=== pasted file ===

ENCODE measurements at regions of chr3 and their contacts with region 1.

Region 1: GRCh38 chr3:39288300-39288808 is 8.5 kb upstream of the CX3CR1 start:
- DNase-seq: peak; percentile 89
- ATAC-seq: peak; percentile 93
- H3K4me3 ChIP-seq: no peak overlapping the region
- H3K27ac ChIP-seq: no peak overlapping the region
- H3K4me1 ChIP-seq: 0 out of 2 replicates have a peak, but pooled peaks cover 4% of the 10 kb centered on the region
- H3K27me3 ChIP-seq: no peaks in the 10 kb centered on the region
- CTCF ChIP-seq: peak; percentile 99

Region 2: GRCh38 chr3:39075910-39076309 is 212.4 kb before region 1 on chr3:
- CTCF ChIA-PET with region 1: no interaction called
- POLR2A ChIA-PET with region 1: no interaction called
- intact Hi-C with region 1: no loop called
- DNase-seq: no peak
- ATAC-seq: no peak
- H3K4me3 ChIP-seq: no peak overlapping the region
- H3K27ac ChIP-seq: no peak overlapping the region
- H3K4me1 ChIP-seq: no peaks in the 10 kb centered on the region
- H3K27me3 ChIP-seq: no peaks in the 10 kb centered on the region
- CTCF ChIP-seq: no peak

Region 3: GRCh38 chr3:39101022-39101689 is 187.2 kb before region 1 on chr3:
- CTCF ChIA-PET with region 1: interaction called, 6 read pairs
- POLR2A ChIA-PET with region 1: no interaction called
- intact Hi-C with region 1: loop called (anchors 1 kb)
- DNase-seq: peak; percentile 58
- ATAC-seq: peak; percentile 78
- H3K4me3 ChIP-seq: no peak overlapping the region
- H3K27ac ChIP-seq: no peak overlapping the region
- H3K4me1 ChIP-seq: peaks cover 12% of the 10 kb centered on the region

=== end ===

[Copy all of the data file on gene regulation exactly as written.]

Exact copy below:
ENCODE measurements at regions of chr3 and their contacts with region 1.

Region 1: GRCh38 chr3:39288300-39288808 is 8.5 kb upstream of the CX3CR1 start:
- DNase-seq: peak; percentile 89
- ATAC-seq: peak; percentile 93
- H3K4me3 ChIP-seq: no peak overlapping the region
- H3K27ac ChIP-seq: no peak overlapping the region
- H3K4me1 ChIP-seq: 0 out of 2 replicates have a peak, but pooled peaks cover 4% of the 10 kb centered on the region
- H3K27me3 ChIP-seq: no peaks in the 10 kb centered on the region
- CTCF ChIP-seq: peak; percentile 99

Region 2: GRCh38 chr3:39075910-39076309 is 212.4 kb before region 1 on chr3:
- CTCF ChIA-PET with region 1: no interaction called
- POLR2A ChIA-PET with region 1: no interaction called
- intact Hi-C with region 1: no loop called
- DNase-seq: no peak
- ATAC-seq: no peak
- H3K4me3 ChIP-seq: no peak overlapping the region
- H3K27ac ChIP-seq: no peak overlapping the region
- H3K4me1 ChIP-seq: no peaks in the 10 kb centered on the region
- H3K27me3 ChIP-seq: no peaks in the 10 kb centered on the region
- CTCF ChIP-seq: no peak

Region 3: GRCh38 chr3:39101022-39101689 is 187.2 kb before region 1 on chr3:
- CTCF ChIA-PET with region 1: interaction called, 6 read pairs
- POLR2A ChIA-PET with region 1: no interaction called
- intact Hi-C with region 1: loop called (anchors 1 kb)
- DNase-seq: peak; percentile 58
- ATAC-seq: peak; percentile 78
- H3K4me3 ChIP-seq: no peak overlapping the region
- H3K27ac ChIP-seq: no peak overlapping the region
- H3K4me1 ChIP-seq: peaks cover 12% of the 10 kb centered on the region